One of the best ways to “try before you buy” if you’re looking at an overseas destination is to rent. Renting let’s you experience the neighborhood you’re considering for your relocation more as a resident and less as a tourist.
For example, a great source of potential rentals is the local paper, especially El Comercio in Quito. But you’ll need at least basic Spanish to make sense of the listings and contact most local owners.
Cybercafes and restaurants around universities and medical centers are also a good place to find local postings if you want to rent in Ecuador, especially if you’re looking for inexpensive places or just a room.
Thanks to the growing number of expats in Ecuador, developments and gated communities are becoming more common throughout the country. Searching the Internet in English for condos and apartments in Ecuador often turn up these projects, and many of them have available rentals. A unit such as the one in the following video rents for about $600 per month.
Renting in Quito and Cuenca
Ecuador’s capital, Quito, and its third-largest city, Cuenca, are both very popular places to base a long-term exploratory trip to Ecuador. In both cities you can find monthly rentals offered by locals in decent neighborhoods starting at about $350 per month.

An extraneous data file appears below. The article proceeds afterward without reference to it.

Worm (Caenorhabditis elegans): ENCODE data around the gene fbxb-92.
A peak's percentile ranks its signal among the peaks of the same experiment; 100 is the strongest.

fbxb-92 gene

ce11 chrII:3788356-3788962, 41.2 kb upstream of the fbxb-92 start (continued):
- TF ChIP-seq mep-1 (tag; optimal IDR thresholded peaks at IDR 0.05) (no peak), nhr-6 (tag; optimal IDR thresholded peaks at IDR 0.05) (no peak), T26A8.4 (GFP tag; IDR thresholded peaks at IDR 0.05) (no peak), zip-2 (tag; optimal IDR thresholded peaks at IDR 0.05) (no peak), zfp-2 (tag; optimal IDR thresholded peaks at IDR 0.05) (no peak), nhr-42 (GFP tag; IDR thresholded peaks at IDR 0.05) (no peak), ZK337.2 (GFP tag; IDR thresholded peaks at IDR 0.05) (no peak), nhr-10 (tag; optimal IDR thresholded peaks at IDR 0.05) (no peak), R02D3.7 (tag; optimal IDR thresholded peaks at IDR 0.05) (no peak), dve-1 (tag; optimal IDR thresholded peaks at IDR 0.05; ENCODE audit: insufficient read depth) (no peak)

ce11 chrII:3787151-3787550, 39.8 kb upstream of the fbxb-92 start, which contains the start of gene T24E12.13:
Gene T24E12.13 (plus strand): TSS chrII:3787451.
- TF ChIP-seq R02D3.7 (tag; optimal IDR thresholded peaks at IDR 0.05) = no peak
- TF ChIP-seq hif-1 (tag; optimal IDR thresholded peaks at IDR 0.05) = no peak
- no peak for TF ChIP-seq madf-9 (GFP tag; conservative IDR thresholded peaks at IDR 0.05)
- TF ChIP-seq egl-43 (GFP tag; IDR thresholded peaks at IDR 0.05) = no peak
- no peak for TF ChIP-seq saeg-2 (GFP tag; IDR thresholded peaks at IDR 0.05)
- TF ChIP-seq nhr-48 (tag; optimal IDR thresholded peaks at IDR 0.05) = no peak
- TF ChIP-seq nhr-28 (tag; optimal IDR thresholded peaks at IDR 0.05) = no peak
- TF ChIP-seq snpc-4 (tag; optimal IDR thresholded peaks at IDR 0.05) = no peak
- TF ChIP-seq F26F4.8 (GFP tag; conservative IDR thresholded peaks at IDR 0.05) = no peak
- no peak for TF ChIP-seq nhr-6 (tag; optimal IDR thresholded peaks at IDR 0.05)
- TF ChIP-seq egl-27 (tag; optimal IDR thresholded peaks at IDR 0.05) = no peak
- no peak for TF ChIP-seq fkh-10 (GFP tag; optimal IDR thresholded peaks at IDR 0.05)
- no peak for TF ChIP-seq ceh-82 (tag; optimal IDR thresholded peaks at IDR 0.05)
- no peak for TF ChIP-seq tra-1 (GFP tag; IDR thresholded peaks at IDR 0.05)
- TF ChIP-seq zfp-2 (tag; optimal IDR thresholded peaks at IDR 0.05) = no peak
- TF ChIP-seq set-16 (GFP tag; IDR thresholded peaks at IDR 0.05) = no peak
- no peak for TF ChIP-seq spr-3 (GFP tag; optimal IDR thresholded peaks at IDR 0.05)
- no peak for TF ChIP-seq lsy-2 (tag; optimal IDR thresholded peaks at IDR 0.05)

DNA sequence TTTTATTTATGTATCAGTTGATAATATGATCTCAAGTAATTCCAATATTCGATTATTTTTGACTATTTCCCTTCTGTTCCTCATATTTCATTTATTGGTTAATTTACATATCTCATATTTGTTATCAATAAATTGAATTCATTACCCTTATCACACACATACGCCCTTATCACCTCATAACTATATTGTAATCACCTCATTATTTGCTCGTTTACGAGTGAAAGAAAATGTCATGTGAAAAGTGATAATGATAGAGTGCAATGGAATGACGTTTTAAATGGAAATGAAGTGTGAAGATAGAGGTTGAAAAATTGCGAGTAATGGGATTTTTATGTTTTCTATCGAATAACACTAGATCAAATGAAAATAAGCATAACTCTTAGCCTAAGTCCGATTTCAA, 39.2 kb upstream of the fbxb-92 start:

Rentals in Ecuador come either furnished or unfurnished, and in either case it’s important to inspect the place first. Make sure you not any and all problems with floors, doors, windows, electrical fixtures, appliances, etc. Landlords in Ecuador will want a damage deposit and, in the case of larger, more expensive rentals, will often require a written contract for the length of the stay, so make sure you and your landlord understand the exact condition of the place before you move in. You’ll need to leave the place exactly as you found it to get your damage deposit back.
Another great way to spend extended time in Ecuador and learn the language is with a home stay with a family. Rent is often inexpensive, and you’ll be immersed in the local culture and language. Home stays are plentiful on the Internet through the web sites of Ecuadorian language schools.
You can also find excellent rentals in many parts of Ecuador through websites that specialize in vacation rentals by owners such as VRBO (Vacation Rental By Owner).
If your Spanish is already good, you can often simply walk the neighborhood you’d like to try living in and watch for rental signs. Calling a few numbers and visiting a few places will give you a very accurate feel for what the neighborhood is like and what’s available.
Renting in Ecuador can be a rewarding experience and may lead to lifelong relationships and a deeper understanding of the area of Ecuador you’re interested in.
Editor’s Note: Learn more about Ecuador and other countries in our daily postcard e-letter. Simply sign up for IL’s free daily postcards and we’ll send you a free special report – Ecuador: Live Like Royalty on Half Your Social Security.